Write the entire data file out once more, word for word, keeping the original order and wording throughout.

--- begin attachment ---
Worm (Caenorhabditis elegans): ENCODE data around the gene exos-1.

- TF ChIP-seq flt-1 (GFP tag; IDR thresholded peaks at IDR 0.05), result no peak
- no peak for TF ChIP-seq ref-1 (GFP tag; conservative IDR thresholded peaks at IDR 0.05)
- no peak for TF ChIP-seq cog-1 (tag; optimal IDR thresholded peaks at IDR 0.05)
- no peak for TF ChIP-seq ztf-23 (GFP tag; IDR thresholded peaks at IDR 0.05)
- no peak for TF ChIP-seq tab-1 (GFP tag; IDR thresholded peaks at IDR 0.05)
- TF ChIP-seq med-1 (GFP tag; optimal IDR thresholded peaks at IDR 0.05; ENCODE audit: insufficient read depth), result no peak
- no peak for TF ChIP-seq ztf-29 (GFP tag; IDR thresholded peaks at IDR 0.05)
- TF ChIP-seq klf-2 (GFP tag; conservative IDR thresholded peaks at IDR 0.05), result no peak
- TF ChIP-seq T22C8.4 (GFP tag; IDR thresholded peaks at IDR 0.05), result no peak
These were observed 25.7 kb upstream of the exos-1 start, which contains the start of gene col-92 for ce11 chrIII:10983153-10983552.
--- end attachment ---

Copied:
Worm (Caenorhabditis elegans): ENCODE data around the gene exos-1.

- TF ChIP-seq flt-1 (GFP tag; IDR thresholded peaks at IDR 0.05), result no peak
- no peak for TF ChIP-seq ref-1 (GFP tag; conservative IDR thresholded peaks at IDR 0.05)
- no peak for TF ChIP-seq cog-1 (tag; optimal IDR thresholded peaks at IDR 0.05)
- no peak for TF ChIP-seq ztf-23 (GFP tag; IDR thresholded peaks at IDR 0.05)
- no peak for TF ChIP-seq tab-1 (GFP tag; IDR thresholded peaks at IDR 0.05)
- TF ChIP-seq med-1 (GFP tag; optimal IDR thresholded peaks at IDR 0.05; ENCODE audit: insufficient read depth), result no peak
- no peak for TF ChIP-seq ztf-29 (GFP tag; IDR thresholded peaks at IDR 0.05)
- TF ChIP-seq klf-2 (GFP tag; conservative IDR thresholded peaks at IDR 0.05), result no peak
- TF ChIP-seq T22C8.4 (GFP tag; IDR thresholded peaks at IDR 0.05), result no peak
These were observed 25.7 kb upstream of the exos-1 start, which contains the start of gene col-92 for ce11 chrIII:10983153-10983552.